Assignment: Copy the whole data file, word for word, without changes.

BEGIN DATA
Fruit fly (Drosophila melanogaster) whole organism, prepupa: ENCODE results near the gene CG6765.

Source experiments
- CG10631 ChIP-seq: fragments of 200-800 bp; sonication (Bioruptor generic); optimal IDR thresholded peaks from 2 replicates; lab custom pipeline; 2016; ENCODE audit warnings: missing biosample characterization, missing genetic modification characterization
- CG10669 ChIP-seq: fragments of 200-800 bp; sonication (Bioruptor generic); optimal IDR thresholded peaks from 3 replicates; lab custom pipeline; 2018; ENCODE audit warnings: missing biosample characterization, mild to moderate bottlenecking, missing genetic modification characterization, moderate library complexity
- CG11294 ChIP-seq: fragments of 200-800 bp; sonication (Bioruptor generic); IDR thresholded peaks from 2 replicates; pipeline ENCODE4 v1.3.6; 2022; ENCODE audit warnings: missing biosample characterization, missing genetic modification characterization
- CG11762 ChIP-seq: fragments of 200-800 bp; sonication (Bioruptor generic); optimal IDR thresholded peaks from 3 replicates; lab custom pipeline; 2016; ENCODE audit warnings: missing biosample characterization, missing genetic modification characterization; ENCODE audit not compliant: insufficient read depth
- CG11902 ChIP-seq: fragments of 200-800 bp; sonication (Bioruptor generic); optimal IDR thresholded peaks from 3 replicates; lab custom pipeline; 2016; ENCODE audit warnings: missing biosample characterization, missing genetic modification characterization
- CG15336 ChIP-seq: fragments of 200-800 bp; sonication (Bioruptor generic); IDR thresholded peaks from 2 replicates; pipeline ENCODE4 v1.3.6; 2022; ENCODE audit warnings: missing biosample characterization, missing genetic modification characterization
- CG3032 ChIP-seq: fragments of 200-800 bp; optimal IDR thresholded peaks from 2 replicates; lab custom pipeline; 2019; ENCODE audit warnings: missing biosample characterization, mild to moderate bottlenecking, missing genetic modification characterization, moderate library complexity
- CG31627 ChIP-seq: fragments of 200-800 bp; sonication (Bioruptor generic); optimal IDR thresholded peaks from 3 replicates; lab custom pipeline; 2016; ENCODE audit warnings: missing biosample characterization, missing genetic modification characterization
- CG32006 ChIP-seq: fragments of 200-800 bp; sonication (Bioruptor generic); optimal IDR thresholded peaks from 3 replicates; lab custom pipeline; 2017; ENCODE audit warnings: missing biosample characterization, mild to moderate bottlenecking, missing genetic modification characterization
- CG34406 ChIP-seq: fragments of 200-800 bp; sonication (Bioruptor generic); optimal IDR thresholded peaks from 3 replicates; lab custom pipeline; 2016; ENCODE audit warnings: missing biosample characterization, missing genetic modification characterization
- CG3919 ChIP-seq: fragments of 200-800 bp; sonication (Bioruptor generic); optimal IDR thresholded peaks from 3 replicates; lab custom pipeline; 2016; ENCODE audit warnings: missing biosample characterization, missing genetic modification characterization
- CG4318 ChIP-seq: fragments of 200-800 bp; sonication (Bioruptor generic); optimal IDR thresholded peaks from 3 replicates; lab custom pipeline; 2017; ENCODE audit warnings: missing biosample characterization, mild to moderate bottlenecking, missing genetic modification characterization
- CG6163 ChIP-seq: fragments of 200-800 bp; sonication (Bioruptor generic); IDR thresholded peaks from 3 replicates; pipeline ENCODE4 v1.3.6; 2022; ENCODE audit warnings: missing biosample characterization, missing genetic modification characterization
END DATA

Fruit fly (Drosophila melanogaster) whole organism, prepupa: ENCODE results near the gene CG6765.

Source experiments
- CG10631 ChIP-seq: fragments of 200-800 bp; sonication (Bioruptor generic); optimal IDR thresholded peaks from 2 replicates; lab custom pipeline; 2016; ENCODE audit warnings: missing biosample characterization, missing genetic modification characterization
- CG10669 ChIP-seq: fragments of 200-800 bp; sonication (Bioruptor generic); optimal IDR thresholded peaks from 3 replicates; lab custom pipeline; 2018; ENCODE audit warnings: missing biosample characterization, mild to moderate bottlenecking, missing genetic modification characterization, moderate library complexity
- CG11294 ChIP-seq: fragments of 200-800 bp; sonication (Bioruptor generic); IDR thresholded peaks from 2 replicates; pipeline ENCODE4 v1.3.6; 2022; ENCODE audit warnings: missing biosample characterization, missing genetic modification characterization
- CG11762 ChIP-seq: fragments of 200-800 bp; sonication (Bioruptor generic); optimal IDR thresholded peaks from 3 replicates; lab custom pipeline; 2016; ENCODE audit warnings: missing biosample characterization, missing genetic modification characterization; ENCODE audit not compliant: insufficient read depth
- CG11902 ChIP-seq: fragments of 200-800 bp; sonication (Bioruptor generic); optimal IDR thresholded peaks from 3 replicates; lab custom pipeline; 2016; ENCODE audit warnings: missing biosample characterization, missing genetic modification characterization
- CG15336 ChIP-seq: fragments of 200-800 bp; sonication (Bioruptor generic); IDR thresholded peaks from 2 replicates; pipeline ENCODE4 v1.3.6; 2022; ENCODE audit warnings: missing biosample characterization, missing genetic modification characterization
- CG3032 ChIP-seq: fragments of 200-800 bp; optimal IDR thresholded peaks from 2 replicates; lab custom pipeline; 2019; ENCODE audit warnings: missing biosample characterization, mild to moderate bottlenecking, missing genetic modification characterization, moderate library complexity
- CG31627 ChIP-seq: fragments of 200-800 bp; sonication (Bioruptor generic); optimal IDR thresholded peaks from 3 replicates; lab custom pipeline; 2016; ENCODE audit warnings: missing biosample characterization, missing genetic modification characterization
- CG32006 ChIP-seq: fragments of 200-800 bp; sonication (Bioruptor generic); optimal IDR thresholded peaks from 3 replicates; lab custom pipeline; 2017; ENCODE audit warnings: missing biosample characterization, mild to moderate bottlenecking, missing genetic modification characterization
- CG34406 ChIP-seq: fragments of 200-800 bp; sonication (Bioruptor generic); optimal IDR thresholded peaks from 3 replicates; lab custom pipeline; 2016; ENCODE audit warnings: missing biosample characterization, missing genetic modification characterization
- CG3919 ChIP-seq: fragments of 200-800 bp; sonication (Bioruptor generic); optimal IDR thresholded peaks from 3 replicates; lab custom pipeline; 2016; ENCODE audit warnings: missing biosample characterization, missing genetic modification characterization
- CG4318 ChIP-seq: fragments of 200-800 bp; sonication (Bioruptor generic); optimal IDR thresholded peaks from 3 replicates; lab custom pipeline; 2017; ENCODE audit warnings: missing biosample characterization, mild to moderate bottlenecking, missing genetic modification characterization
- CG6163 ChIP-seq: fragments of 200-800 bp; sonication (Bioruptor generic); IDR thresholded peaks from 3 replicates; pipeline ENCODE4 v1.3.6; 2022; ENCODE audit warnings: missing biosample characterization, missing genetic modification characterization